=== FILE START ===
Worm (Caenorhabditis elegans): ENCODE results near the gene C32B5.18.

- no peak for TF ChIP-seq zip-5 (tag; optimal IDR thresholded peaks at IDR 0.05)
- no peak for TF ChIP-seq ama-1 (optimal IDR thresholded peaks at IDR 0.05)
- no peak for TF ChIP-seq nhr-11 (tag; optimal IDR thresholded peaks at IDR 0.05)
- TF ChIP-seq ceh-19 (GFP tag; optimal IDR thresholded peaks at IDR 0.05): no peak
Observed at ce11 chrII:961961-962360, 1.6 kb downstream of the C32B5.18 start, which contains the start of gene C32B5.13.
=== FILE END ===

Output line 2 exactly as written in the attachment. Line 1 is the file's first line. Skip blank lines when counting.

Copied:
- no peak for TF ChIP-seq zip-5 (tag; optimal IDR thresholded peaks at IDR 0.05)